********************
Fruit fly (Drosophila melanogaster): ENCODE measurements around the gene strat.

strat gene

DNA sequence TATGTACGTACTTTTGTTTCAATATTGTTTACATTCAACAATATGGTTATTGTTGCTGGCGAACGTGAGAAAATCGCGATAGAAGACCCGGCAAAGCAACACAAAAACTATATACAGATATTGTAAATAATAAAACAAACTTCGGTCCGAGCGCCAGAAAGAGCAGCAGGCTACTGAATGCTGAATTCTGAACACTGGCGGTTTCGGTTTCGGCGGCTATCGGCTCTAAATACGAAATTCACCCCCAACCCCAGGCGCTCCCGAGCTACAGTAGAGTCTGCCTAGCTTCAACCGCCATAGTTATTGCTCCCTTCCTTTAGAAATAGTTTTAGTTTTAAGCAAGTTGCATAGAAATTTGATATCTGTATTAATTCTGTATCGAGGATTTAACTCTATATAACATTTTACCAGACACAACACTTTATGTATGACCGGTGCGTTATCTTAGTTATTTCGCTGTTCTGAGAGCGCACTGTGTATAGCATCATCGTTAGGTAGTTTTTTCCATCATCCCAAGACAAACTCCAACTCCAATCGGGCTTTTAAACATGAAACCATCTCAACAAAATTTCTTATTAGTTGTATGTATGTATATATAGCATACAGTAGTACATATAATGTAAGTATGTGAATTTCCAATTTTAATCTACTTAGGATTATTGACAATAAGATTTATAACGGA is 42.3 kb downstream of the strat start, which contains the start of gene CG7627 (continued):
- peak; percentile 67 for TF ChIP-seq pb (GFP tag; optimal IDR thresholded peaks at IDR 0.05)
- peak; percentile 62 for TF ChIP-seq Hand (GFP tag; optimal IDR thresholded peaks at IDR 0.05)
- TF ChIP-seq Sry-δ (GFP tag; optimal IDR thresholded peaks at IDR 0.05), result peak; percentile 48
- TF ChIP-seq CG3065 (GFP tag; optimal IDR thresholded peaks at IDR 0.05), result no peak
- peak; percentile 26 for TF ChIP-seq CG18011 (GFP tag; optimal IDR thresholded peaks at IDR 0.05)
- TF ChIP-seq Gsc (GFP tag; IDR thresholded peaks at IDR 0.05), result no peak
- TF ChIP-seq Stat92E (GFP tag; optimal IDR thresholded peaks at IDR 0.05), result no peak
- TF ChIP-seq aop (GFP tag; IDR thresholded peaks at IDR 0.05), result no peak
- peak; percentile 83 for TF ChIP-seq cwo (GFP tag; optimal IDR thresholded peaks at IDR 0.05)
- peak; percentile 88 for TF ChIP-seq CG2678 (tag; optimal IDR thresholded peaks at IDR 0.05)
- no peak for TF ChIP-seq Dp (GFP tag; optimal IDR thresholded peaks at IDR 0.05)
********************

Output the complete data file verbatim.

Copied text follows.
Fruit fly (Drosophila melanogaster): ENCODE measurements around the gene strat.

strat gene

DNA sequence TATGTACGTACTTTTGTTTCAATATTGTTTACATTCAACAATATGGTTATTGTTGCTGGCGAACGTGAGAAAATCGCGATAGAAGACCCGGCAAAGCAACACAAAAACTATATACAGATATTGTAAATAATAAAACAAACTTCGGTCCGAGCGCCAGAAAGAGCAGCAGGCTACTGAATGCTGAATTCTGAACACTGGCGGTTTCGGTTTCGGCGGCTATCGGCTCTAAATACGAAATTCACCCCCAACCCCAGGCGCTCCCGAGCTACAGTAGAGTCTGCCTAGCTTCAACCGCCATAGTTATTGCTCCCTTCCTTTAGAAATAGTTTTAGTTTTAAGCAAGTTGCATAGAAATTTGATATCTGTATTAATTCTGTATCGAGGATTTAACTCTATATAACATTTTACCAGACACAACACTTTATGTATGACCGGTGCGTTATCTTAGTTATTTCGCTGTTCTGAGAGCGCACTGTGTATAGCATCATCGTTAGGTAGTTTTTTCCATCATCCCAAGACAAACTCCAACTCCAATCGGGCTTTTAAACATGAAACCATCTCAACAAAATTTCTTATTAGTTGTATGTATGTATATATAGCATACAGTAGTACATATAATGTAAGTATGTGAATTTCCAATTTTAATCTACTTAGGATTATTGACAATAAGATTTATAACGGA is 42.3 kb downstream of the strat start, which contains the start of gene CG7627 (continued):
- peak; percentile 67 for TF ChIP-seq pb (GFP tag; optimal IDR thresholded peaks at IDR 0.05)
- peak; percentile 62 for TF ChIP-seq Hand (GFP tag; optimal IDR thresholded peaks at IDR 0.05)
- TF ChIP-seq Sry-δ (GFP tag; optimal IDR thresholded peaks at IDR 0.05), result peak; percentile 48
- TF ChIP-seq CG3065 (GFP tag; optimal IDR thresholded peaks at IDR 0.05), result no peak
- peak; percentile 26 for TF ChIP-seq CG18011 (GFP tag; optimal IDR thresholded peaks at IDR 0.05)
- TF ChIP-seq Gsc (GFP tag; IDR thresholded peaks at IDR 0.05), result no peak
- TF ChIP-seq Stat92E (GFP tag; optimal IDR thresholded peaks at IDR 0.05), result no peak
- TF ChIP-seq aop (GFP tag; IDR thresholded peaks at IDR 0.05), result no peak
- peak; percentile 83 for TF ChIP-seq cwo (GFP tag; optimal IDR thresholded peaks at IDR 0.05)
- peak; percentile 88 for TF ChIP-seq CG2678 (tag; optimal IDR thresholded peaks at IDR 0.05)
- no peak for TF ChIP-seq Dp (GFP tag; optimal IDR thresholded peaks at IDR 0.05)